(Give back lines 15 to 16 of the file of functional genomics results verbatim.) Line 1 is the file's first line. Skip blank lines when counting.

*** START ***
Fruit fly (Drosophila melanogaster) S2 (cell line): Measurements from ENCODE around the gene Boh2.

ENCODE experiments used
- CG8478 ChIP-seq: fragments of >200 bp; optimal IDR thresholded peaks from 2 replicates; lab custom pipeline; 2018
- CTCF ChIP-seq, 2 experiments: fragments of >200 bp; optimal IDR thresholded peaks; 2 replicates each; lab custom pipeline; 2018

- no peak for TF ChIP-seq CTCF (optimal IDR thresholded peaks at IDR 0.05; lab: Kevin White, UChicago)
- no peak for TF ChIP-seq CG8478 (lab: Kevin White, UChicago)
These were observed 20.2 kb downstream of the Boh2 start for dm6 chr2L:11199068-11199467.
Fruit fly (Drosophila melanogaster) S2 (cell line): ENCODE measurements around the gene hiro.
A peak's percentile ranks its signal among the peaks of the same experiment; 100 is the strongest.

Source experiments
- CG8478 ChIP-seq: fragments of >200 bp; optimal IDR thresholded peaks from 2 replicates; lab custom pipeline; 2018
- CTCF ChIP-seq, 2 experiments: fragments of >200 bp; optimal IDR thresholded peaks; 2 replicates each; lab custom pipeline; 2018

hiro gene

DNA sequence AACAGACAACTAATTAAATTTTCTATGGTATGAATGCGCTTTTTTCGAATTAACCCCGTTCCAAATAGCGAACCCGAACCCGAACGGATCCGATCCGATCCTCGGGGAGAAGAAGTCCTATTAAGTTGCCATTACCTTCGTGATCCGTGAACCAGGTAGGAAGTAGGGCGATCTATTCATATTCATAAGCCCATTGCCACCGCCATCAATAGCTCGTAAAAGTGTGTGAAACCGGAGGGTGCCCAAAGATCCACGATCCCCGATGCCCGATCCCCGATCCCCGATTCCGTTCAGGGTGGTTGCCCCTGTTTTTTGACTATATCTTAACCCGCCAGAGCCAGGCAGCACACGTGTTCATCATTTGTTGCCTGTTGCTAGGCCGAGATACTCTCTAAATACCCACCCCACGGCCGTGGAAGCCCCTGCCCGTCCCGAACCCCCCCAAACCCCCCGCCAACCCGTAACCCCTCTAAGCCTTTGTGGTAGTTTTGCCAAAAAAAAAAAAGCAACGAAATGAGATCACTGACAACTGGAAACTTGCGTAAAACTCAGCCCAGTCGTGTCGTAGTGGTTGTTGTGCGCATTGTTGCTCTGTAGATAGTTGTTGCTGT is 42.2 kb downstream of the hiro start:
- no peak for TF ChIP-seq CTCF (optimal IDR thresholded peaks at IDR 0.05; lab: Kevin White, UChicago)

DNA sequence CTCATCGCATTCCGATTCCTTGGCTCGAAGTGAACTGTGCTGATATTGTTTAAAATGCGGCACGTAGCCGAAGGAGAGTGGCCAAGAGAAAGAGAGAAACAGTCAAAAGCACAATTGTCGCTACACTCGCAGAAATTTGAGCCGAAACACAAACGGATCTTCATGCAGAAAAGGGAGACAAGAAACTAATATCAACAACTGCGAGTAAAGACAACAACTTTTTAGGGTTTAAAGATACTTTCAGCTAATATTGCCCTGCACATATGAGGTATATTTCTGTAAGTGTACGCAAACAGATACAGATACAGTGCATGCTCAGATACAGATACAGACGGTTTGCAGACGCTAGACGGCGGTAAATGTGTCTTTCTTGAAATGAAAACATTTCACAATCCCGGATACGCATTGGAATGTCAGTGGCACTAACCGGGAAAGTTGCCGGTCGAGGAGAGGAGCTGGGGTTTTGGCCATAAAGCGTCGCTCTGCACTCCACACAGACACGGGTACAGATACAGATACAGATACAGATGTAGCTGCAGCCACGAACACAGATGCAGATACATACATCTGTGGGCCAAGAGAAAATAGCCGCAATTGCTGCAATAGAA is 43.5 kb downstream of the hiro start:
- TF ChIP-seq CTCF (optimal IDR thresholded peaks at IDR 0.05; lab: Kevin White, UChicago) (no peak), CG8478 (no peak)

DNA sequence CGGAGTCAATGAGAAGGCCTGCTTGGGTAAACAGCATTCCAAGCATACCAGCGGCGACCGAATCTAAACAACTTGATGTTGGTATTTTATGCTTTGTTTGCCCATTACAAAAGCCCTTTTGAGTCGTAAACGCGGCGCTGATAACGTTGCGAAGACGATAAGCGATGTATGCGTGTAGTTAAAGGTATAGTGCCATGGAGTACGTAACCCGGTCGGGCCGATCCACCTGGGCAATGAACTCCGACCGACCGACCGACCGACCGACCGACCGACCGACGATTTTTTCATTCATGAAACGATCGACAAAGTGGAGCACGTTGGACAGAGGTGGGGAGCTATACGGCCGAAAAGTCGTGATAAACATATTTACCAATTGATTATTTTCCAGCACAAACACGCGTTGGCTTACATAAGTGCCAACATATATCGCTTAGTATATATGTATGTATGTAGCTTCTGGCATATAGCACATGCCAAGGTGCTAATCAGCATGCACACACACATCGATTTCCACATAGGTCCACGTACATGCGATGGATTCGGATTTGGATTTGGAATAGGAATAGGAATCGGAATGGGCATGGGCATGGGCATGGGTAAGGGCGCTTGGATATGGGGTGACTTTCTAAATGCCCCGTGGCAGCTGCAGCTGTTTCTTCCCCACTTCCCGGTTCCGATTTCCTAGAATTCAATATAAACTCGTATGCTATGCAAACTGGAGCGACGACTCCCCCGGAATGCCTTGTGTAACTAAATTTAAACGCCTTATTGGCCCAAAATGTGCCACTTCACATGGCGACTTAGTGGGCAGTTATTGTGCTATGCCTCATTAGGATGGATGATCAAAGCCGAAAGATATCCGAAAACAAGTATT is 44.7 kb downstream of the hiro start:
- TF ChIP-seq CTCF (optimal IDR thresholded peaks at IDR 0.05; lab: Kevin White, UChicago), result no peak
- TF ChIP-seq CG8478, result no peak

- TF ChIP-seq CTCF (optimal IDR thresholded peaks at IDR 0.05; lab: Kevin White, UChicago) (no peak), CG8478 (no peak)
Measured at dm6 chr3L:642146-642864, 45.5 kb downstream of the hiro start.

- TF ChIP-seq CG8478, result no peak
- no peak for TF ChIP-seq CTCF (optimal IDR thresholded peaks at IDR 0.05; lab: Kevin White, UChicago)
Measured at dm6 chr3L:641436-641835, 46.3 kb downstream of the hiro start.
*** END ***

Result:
- no peak for TF ChIP-seq CTCF (optimal IDR thresholded peaks at IDR 0.05; lab: Kevin White, UChicago)

DNA sequence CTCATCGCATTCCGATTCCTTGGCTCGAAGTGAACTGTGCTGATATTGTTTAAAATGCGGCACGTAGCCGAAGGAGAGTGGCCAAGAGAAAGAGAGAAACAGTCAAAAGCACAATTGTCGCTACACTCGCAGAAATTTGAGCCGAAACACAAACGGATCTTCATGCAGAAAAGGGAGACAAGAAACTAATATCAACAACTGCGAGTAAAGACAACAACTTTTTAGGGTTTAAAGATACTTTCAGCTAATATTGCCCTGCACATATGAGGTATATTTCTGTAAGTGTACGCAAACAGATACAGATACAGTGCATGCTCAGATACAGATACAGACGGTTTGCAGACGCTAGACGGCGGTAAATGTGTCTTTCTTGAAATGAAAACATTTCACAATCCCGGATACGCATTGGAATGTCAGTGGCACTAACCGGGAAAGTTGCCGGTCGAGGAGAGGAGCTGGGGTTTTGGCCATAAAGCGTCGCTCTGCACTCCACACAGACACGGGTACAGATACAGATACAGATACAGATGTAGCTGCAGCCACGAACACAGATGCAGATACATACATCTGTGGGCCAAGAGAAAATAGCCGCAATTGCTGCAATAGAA is 43.5 kb downstream of the hiro start: